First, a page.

Album Review: Dryad - The Abyssal Plain
Reviewed by Sam Jones
Amongst the first records to pique my interest for 2023, Dryad’s The Abyssal Plain was one such album I practically threw myself at following its availability for reviewing. Formed in 2017 out of Iowa, United States, the band are a blackened death metal outfit that have seen this album come out through years of effort and commitment. Their first and self-titled EP, followed by The Silurian Age, were each released in the same year as their formation. This was soon followed by a Split between themselves and Acid Leather which was also followed suit by a Compilation. However, three years down the line, Dryad are finally poised to unleash their debut full length material. What will we find inside? Let’s delve in to find out.
After a short introductory piece, the full might of Dryad is laid bare for us to experience. I liked how it doesn’t take long for us to recognise that the vocals aren’t going to the typical kind that we can follow along to. There isn’t a single syllable to be found within that you’ll discover or decipher to follow or become invested in. The overall aim of the vocals herein is to provide that harrowing, visceral soundscape that can only further the audience’s attention and immersion into this darkened world the band are crafting for us. We also need to remember that tracks here aren’t all that long, the band throw a good and quick succession of tracks our way and the speed at which the vocals are performed complement the pace at which their songwriting works at too. Before you know it( you’ve finished all track and the band are already prepping you for the next.
I appreciate how Dryad don’t just play fast with a blackened fervour and then call it a day; throughout the record the band inject numerous swathes of nightmarish atmosphere into their performance, thereby giving this record the sense of falling deeper into some macabre horror. A track like “Brine Pool Aberration” has several moments where the riffs don’t just possess a rapid and flowing ambience, there’s a legitimately swirling or falling aspect to their sound that elevates their songwriting from blackened death metal to something that’s much more immersive and horrific than their other contemporaries may otherwise be purporting. In this perspective, The Abyssal Plain is a much more frightening record than other extreme metal acts have been to crank out, purely because of Dryad’s focus on providing something more than rudimentary riffs and some superficial attempt at evil.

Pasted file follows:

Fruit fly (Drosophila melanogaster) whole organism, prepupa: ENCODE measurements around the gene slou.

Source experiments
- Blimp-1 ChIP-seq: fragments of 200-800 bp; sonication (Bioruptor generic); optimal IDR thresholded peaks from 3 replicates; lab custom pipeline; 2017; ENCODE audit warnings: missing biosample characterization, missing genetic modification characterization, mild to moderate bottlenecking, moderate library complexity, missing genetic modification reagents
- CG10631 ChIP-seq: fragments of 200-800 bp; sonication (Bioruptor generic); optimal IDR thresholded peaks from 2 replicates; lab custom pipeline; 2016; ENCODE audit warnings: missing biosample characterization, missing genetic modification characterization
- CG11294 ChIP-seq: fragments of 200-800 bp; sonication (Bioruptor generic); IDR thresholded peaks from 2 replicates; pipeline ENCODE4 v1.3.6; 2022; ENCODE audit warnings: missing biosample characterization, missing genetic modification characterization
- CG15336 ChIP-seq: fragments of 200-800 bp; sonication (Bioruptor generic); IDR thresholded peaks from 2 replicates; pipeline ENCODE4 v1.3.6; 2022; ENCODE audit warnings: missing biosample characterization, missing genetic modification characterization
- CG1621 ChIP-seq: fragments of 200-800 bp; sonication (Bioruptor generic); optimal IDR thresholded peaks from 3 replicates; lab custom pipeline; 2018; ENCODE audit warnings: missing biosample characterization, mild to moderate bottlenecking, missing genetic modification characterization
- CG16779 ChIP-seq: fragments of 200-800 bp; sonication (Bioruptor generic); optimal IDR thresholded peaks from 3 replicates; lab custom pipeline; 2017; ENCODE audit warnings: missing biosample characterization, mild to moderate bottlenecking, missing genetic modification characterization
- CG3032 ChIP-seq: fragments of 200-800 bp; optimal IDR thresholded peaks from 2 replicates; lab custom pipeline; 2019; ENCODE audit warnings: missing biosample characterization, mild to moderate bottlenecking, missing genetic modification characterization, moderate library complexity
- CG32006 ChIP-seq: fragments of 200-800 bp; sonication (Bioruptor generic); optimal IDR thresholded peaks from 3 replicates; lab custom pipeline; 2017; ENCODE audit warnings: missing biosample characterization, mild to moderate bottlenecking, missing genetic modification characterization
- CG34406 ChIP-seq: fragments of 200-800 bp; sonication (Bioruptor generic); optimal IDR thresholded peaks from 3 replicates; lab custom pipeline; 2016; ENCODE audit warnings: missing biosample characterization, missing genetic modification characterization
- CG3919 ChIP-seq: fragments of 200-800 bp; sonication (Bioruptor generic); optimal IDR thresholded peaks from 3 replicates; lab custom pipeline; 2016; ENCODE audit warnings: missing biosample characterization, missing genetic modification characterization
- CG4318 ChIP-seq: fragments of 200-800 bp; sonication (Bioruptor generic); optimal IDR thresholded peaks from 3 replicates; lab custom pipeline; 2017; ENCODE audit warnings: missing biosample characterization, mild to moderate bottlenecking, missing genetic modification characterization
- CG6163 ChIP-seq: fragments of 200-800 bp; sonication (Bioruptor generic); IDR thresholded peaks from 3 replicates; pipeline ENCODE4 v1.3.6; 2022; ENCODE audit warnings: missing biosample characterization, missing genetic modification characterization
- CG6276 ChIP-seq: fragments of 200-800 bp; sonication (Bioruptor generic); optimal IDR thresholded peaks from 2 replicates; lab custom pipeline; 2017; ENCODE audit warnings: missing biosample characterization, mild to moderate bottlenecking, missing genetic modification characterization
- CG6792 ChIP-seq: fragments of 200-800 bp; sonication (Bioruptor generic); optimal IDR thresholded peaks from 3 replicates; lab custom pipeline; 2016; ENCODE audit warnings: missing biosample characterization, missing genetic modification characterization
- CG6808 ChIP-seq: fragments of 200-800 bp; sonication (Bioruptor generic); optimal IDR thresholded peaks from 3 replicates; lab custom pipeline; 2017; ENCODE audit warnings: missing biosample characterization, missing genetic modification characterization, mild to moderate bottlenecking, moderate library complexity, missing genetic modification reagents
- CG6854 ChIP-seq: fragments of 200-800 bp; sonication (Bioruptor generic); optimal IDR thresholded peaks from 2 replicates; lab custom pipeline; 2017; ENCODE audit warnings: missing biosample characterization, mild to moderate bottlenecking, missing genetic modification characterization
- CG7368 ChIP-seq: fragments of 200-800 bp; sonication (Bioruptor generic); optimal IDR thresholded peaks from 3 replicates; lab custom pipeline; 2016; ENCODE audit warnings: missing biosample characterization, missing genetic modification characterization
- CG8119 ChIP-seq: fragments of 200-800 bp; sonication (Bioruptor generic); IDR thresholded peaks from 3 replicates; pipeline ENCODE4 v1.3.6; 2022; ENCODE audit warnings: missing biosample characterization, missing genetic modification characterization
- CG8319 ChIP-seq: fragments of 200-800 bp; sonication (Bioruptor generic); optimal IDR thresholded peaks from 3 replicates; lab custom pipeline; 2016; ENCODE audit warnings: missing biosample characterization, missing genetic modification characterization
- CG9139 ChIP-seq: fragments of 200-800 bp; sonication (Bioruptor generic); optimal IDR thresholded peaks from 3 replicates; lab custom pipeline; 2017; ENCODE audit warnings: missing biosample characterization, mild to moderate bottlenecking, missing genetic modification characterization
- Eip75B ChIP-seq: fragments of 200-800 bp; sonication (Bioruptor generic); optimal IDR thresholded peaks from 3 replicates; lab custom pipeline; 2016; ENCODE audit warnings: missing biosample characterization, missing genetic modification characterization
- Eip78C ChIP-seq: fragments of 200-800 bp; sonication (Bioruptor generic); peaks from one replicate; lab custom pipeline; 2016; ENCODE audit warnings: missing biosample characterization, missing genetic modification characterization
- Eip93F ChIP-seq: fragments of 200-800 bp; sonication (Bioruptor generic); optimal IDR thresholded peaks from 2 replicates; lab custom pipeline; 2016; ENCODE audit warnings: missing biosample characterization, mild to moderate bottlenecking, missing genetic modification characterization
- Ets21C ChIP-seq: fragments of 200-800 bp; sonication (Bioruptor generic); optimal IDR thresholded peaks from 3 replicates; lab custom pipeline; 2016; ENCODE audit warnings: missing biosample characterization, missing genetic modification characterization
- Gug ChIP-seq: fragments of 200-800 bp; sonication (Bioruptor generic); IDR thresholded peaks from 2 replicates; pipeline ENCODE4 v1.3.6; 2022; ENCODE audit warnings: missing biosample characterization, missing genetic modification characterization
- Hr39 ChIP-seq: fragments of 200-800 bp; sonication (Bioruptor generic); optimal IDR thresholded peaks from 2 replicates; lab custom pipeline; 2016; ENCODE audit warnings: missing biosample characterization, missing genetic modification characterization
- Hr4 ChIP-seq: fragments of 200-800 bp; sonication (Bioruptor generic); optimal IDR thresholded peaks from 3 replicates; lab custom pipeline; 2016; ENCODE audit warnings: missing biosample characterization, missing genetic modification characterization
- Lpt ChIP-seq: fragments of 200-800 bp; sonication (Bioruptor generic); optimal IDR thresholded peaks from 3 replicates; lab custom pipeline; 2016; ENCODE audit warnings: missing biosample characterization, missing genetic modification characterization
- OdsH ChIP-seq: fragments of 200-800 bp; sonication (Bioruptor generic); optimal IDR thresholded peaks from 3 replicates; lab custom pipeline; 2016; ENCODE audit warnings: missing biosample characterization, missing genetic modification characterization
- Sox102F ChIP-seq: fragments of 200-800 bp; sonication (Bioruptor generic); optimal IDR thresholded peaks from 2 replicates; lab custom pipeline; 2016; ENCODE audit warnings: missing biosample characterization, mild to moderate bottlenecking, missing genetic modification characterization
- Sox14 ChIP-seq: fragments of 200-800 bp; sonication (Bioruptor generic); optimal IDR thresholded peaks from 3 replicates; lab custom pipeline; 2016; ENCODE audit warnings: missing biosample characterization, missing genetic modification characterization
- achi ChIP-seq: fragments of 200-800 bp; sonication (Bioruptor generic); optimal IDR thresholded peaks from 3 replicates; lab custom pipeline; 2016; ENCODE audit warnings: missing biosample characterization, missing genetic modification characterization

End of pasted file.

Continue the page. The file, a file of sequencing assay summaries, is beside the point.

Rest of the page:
Yet, in spite of the band’s inherent concentration on a dissonant, chaotic blackened death metal assault that is clearly playing regardless of what direction we may wish to head in, it’s amazing how clear and refined the guitar can actually be when the band deem it necessary. It isn’t often and it’s only found within a few, select instances but the soloing is surprisingly clear and gives you perhaps the best window into what the band can also be capable of aside from the overtly residing wall of madness Dryad are otherwise comfortably at home with. These moments of levity aren’t often, sprinkled throughout the record seldomly, but they provide a keen insight into what Dryad consider to be diversity within their record that is otherwise, at face value, initially one-note.
It’s striking how the drumming can come off as simultaneously rampant, chaotic and immensely structured at the same time. Upon initial listens, the drums may seem to have very little order going on throughout the songwriting, being merely the senseless blast beat affair May may be expecting this to be. Quite frankly, this album can appear to be a sheer blast beat marathon owing to the songwriting and composition that this record does suggest itself to demonstrate but, as we delve further into this album, it becomes increasingly clear that the drums are being tightly controlled and delivering the devastation that is required of the songwriting at that particular moment. The cymbals crash away with zero regard to how well receive them, resonating right to the far recesses of this record’s soundscape and when blast beats are utilised, they end up complementing the vocals by being this sonorous and destructive force. But then the drums can be quickly brought into line alongside the rest of the songwriting, thereby bringing the drums into a new light. In a way it speaks volumes about the record as a whole; The Abyssal Plain may seem like some superfluous flurry at first but it’s actually quite the planned and organised vortex.
In conclusion, The Abyssal Plain is the blackened death metal equivalent of slowly realising one of your favourite paintings, that you’ve often thought was nonsensical and completely haphazard in its design, was in fact exquisitely composed and pieces together to create the picture the artist always had in mind. What might immediately seem like total anarchy is actually meticulously planned and then performed death metal; it’s only by listening to the record further into its deplorable caverns and aesthetic that we fully realise the deliberate nature of Dryad’s songwriting. Riffs and atmospheric samples only add to the band’s abyssal intonations so when the instrumentation kicks in, the impact is much more visceral and total than of Dryad had merely downtuned everything with crushing ambience. The record feels like a dream you can’t escape from; one that only darkens the more you’re subjected to it’s chimes and evils. On the whole, I got more out of this record than I was actually anticipating and therefore, Dryad are certainly a band to keep an eye on. Thoroughly enjoyable and quite the quick listen.